Friday, January 22, 2021

PICNIC IN THE RUINS :: Todd Robert Petersen

 A version of this review previously appeared in Shelf Awareness and is republished here with permission.

A murdered, self-taught archeologist dentist, a National Park ranger, a disillusioned German dermatologist, an assassin named Scissors, two hapless brothers (one "tall and thin and off-kilter," the other resembling a "burnt stump"), a Japanese video game designer, a Princeton doctoral candidate, a conspiracy theorist recluse, sister wives and numerous other intriguing characters converge near Bryce Canyon National Park in Picnic in the Ruins, Todd Robert Petersen's darkly comic, madcap thriller with overarching social themes.

When artifact collector Bruce Cluff is killed, several maps are stolen from his home. What the maps show and who wants them is the greater plot arc, supported by a series of underlying threads that add to the mystery and lunacy. Sophia Shepard is researching her thesis on the ethics of preserving ancient artifacts ("One person's artifact is another person's ancestor"). Tourist Reinhardt Kupfer, disillusioned with the U.S. and his tour group, departs on his own "quest." Paul Thrift, park ranger and Sophia's semi-romantic friend, takes her on an outing to one of the secret map locations where she learns things she doesn't want to know. Not long after, they find themselves in a shootout and on the run with Reinhardt.

Unsurprisingly, Petersen (Rift) teaches creative writing and screen studies at Southern Utah University. Picnic is wildly creative and easily envisioned. The cultural appropriation and preservation lessons are thick, but they come by an honest need to avoid being engulfed by the blackly humorous, action-packed adventure. This fun caper stands up to some needed mindfulness.

Thursday, January 21, 2021

A CROOKED TREE :: Una Mannion

 A version of this review previously appeared in Shelf Awareness and is republished here with permission.

"The night we left Ellen on the road, we were driving north up 252 near where it meets 202 and then crosses the Pennsylvania Turnpike." Una Mannion's debut novel opens with this unsettling event, setting the stage for a coming-of-age story infused with a desperate tension and threat of vengeance that amplify its emotional wallops. A Crooked Tree is poignantly narrated by 12-year-old Ellen's older sister Libby, 15, full of normal teen angst while also struggling with her father's death, her mother's neglect and her oldest sibling Marie's impending departure for New York.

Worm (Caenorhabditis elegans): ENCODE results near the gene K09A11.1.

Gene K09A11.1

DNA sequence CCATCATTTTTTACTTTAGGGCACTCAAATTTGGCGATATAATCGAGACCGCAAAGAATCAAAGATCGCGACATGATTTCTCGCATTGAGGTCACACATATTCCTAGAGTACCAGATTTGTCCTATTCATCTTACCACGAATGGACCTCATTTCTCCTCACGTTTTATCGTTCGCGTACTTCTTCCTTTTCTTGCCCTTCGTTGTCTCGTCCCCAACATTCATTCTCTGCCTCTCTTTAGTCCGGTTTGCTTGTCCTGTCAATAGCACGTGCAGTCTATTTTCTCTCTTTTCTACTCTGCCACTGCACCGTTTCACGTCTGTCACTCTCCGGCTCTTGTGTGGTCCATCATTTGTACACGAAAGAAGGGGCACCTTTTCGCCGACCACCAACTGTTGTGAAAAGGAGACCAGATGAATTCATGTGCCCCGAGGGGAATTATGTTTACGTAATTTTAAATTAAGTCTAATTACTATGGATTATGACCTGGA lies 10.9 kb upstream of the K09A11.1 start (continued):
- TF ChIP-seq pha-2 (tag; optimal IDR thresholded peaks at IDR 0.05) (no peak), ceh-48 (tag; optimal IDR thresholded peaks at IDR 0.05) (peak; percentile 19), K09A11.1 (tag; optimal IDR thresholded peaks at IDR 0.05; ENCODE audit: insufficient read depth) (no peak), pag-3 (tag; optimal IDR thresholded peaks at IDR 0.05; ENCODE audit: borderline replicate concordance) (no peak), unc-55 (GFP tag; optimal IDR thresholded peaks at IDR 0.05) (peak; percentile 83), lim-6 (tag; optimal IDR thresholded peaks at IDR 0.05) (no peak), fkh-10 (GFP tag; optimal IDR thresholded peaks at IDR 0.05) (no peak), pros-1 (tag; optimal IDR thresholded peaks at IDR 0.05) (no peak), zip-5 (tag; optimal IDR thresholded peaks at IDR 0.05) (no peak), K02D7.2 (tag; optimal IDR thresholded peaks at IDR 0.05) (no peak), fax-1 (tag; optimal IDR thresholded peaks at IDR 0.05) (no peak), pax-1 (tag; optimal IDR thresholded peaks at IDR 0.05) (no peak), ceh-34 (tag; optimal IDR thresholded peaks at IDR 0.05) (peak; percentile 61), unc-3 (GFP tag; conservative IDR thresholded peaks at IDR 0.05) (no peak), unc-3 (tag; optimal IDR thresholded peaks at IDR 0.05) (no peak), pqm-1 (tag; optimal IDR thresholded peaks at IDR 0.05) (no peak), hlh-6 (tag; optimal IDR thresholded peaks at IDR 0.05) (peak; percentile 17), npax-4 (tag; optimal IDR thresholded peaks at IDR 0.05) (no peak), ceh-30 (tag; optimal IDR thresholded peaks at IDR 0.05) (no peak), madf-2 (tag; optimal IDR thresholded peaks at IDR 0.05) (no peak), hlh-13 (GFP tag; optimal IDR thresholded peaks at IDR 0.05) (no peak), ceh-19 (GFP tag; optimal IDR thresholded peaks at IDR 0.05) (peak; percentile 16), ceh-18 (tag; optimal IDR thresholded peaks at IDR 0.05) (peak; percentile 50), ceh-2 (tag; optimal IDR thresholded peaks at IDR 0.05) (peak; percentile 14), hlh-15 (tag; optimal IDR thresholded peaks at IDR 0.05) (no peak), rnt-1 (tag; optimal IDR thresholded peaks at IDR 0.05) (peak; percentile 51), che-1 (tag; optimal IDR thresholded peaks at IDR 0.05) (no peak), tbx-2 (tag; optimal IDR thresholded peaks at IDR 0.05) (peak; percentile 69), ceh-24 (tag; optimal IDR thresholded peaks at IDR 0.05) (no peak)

After being forced out of the family car by her angry mother, Ellen shows up bloodied and shell-shocked at the home where Libby is babysitting. She reports jumping from the car of a disturbing man with waist-length white hair and long fingernails, having asked him for a ride up Valley Forge Mountain. Fearful of being separated if authorities discover how they live, Libby tells only Marie. But three people knowing a secret is two too many, and soon the man they dub "Barbie Man" has reason to return for revenge.

As the plot swirls towards a showdown, Mannion deftly weaves the varied plot threads into a magnificent whole. Like the crooked tree near the fort built with her best friend, Libby's mettle is bent and tested by forces spinning out of control as she tries to keep her family safe. A tale of trust, friendship and valor set against a backdrop of wicked apprehension, Mannion's work is spectacularly accomplished. 

Wednesday, January 20, 2021

PICKARD COUNTY ATLAS :: Chris Harding Thornton

 A version of this review previously appeared in Shelf Awareness and is republished here with permission.

In a town with "three dozen jobs, give or take," the history of each Madson, Neb., homestead permeates the land and its denizens. Deputy Harley Jensen patrols every night, "absently tick[ing] off names of passing tracts like reading a plat map in an old atlas." The events at his abandoned childhood farmhouse are inescapable, often reflected in the eyes or words of his community, and Harley always speeds past. But as Chris Harding Thornton's dark and brilliant debut, Pickard County Atlas, opens, Harley pulls in and finds Paul Reddick there.

The Reddicks were scarred by a 1960 tragedy that remains part mystery. Paul, then four, remembers his family only as broken. In the 18 years since, he's been involved in numerous violent events and run-ins with Harley, who likens him to a bad penny, though "you turn up often enough--wrong place, wrong time--you seem less like an omen than a reason."  

Thornton immediately sets a country noirish stage, dropping clues that smolder through the pages as she reveals each family's past. Paul's parents are long-divorced and shells of their former selves. Brother Rick is married with a young daughter, his family a tinderbox of desperation. Though the plot appears male-centric, the women are its true, complex heart. Thornton's expert prose and turns of phrase beg for repeat reading ("cooked like those hobos her mother once told her had roasted in a freight car") and the character work is full of depth and detail that astonish; a dazzling display of literary prowess.

Friday, January 8, 2021


A version of this review previously appeared in Shelf Awareness and is republished here with permission.

"The alleyway was quiet tonight, the perfect setting for the conveyance of secrets" as an unidentified woman confides one she's held for seven years. This shadowy intrigue permeates the opening of T.A. Willberg's debut, Marion Lane and the Midnight Murder, sucking readers into a fun and fast-paced story filled with murder, mystery, lies and Bondian gadgetry in 1958 London.

The how and who of the transmission plunges the narrative into the bowels of the city, where myth and history reside. Behind a loose brick, a carrier cylinder connects with miles of underground pneumatic piping. The piping system, like a "magical, invisible postman," routes hundreds of hidden mailboxes to one location--the Filing Department of the Inquirers, nameless sleuths who guard the city. Because the department operates outside the legal system, no one is sure it exists, only that justice is often mysteriously served.

Marion Lane longs to escape from under the thumb of her grandmother, who disapproves of independent women having their own lives. Marion's life changes drastically when an old friend of her deceased mother offers her a job at Miss Brickett's Secondhand Books and Curiosities. But Miss Brickett's has no customers, and Marion soon understands she's been recruited as an apprentice Inquirer.